That is a question that spurred a lot of controversy in September 2013 when experienced CrossFit athlete Lea-Ann Ellison posted photos of herself – just two weeks away from giving birth – on the CrossFit Facebook page. Media outlets were all over the story. Check out the Huffington Post article.
I had been a CrossFitter at Pennington CrossFit for nearly two years when I became pregnant. So I was left with a choice, to CrossFit or not to CrossFit. CrossFit has become so much more than a workout for me. It’s my community – a community that inspired me to do things I never thought I could do like run my first two 5K’s and my first ever Broad Street Run. Upon crossing the finish line of the Broad Street 10-miler, I immediately emailed my CrossFit coach and one of PCF’s owners, Lee.
Physically, mentally and emotionally CrossFit has made me strong, redirecting my focus from the number on the scale and the inches around my thighs to the weights on my barbell, the time on the clock as I’m chipping my way through the workouts and the feeling every time I leave the box of completing something for which I did not think I was capable. How can I give that up?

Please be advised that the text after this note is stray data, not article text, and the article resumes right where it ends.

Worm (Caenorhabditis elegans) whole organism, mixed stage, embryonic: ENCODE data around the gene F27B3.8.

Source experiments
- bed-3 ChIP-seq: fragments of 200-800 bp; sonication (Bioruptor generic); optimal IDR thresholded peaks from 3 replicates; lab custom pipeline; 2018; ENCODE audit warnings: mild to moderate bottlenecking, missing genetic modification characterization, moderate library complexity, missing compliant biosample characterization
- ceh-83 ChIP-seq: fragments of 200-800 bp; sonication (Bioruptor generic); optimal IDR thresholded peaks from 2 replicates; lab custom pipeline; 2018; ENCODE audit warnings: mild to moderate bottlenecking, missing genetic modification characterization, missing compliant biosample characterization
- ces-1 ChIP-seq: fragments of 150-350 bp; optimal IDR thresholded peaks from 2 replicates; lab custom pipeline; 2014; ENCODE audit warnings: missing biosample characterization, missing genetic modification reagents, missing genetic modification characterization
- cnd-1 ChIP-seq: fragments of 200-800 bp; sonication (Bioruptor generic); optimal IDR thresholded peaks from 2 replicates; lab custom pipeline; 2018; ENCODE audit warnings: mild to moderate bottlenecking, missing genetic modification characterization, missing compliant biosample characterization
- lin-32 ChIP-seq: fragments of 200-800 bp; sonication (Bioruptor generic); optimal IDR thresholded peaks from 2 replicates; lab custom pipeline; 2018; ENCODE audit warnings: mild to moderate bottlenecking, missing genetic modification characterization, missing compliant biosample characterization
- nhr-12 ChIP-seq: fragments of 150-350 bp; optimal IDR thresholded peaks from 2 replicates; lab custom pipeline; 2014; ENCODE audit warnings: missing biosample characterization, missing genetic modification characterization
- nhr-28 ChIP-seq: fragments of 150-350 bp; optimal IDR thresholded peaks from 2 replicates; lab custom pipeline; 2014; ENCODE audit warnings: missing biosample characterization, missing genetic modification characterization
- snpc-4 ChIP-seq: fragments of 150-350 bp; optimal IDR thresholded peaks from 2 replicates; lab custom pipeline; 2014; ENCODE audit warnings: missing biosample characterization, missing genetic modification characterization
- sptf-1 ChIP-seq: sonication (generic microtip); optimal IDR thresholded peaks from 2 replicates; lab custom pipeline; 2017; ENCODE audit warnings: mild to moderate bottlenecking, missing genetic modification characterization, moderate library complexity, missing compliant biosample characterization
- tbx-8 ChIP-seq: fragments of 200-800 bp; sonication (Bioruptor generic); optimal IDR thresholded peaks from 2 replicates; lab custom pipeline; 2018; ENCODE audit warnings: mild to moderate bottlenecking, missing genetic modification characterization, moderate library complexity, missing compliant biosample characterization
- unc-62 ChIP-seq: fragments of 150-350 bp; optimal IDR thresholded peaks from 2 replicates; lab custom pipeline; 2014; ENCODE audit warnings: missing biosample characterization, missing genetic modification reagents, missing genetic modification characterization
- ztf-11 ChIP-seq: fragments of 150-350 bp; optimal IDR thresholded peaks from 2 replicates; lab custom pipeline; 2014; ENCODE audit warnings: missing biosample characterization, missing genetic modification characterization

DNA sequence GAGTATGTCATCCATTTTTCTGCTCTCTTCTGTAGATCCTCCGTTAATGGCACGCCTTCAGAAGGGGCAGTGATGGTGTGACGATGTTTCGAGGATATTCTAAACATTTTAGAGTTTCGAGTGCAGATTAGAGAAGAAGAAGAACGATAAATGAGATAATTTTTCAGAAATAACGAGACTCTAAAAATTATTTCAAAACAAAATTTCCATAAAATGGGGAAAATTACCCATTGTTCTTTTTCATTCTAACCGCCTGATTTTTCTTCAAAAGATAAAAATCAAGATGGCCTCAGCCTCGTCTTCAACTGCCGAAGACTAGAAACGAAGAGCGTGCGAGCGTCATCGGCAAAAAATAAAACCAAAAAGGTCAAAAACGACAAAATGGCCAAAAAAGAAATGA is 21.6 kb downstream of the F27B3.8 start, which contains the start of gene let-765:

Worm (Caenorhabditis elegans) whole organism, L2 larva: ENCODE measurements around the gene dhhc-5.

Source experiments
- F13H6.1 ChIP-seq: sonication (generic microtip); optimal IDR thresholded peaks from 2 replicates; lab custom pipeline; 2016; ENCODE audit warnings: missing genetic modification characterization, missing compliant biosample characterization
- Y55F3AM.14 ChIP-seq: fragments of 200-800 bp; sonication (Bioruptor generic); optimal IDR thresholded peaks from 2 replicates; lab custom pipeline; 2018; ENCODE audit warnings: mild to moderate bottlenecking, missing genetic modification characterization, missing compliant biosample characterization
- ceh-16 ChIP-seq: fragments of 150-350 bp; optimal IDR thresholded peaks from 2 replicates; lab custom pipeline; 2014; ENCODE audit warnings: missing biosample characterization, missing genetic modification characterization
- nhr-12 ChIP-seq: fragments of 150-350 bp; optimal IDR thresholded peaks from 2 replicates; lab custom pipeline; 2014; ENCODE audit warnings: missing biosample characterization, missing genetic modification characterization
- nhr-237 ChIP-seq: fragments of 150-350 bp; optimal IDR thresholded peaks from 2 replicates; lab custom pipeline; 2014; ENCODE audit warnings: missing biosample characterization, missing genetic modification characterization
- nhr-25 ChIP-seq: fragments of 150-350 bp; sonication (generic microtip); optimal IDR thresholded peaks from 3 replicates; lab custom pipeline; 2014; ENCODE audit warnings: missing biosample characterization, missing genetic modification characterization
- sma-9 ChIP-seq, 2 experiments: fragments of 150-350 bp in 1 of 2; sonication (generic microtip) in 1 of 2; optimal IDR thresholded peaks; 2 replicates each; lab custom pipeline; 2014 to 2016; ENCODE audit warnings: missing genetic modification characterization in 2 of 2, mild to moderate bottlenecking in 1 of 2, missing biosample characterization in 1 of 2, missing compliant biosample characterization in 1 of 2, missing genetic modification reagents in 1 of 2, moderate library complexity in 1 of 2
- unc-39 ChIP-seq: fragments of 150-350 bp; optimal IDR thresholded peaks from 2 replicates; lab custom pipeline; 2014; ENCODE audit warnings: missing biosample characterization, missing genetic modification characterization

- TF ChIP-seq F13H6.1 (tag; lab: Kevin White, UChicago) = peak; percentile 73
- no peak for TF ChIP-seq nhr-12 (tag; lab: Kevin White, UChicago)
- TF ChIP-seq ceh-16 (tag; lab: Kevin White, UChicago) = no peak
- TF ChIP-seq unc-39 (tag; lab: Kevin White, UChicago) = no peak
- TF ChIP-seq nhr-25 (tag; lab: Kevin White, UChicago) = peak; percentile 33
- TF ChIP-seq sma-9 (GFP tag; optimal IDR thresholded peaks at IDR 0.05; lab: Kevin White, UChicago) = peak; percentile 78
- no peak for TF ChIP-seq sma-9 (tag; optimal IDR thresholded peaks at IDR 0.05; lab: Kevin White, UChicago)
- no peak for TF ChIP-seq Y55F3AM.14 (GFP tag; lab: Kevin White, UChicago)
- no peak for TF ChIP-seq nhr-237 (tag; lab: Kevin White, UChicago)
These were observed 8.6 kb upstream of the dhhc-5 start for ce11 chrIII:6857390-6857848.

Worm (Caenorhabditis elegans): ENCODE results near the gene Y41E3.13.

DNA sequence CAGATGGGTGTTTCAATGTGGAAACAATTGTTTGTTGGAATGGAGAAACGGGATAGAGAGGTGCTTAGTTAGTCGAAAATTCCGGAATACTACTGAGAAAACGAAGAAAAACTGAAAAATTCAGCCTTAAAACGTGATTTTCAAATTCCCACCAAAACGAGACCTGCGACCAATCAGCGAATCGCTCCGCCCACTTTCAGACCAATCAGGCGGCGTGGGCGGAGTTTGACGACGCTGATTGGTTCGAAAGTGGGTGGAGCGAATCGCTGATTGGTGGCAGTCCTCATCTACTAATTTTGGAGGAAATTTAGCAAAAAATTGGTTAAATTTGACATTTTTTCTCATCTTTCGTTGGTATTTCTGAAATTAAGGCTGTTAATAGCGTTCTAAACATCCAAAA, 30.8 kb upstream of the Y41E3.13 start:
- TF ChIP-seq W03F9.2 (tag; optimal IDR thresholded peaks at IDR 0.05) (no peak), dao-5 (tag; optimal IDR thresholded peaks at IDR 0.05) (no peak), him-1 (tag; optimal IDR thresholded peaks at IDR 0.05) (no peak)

After chatting with my doctor who said the workouts just need to be significantly scaled back, my answer is to CrossFit. Under the guidance of my physician and my knowledgeable CrossFit coaches who have known me for two years, this is the right choice for me. Of course, it may not be the right choice for everyone.
For other mommies-to-be out there who are in my CrossFit boat, there is a great article on AgainFaster.com about CrossFit games athlete Heather Bergeron when she was expecting. CrossFit Mom – started by an experienced CrossFit trainer and certified pre/post-natal exercise specialist – also provides some good tips for those of us who are lifting for two including modifications by trimester and scaled versions of WODs.
My favorite tip from CrossFit Mom: “CrossFit is a strength and intensity based fitness program. However, during pregnancy you want to concentrate on strength and keeping your body healthy, rather than intensity.”
When I shared the news of baby on the way with my PCF family, everyone was over-joyed. There has been so much support, encouragement and specialized attention from the coaches that I have no doubt this mommie-to-be will be strong but not intense (at least not intense at the gym).
The content of this post is not intended to be a substitute for professional medical advice, diagnosis, or treatment. Always seek the advice of your physician or other qualified health provider with any questions you may have regarding your health and/or exercise programs.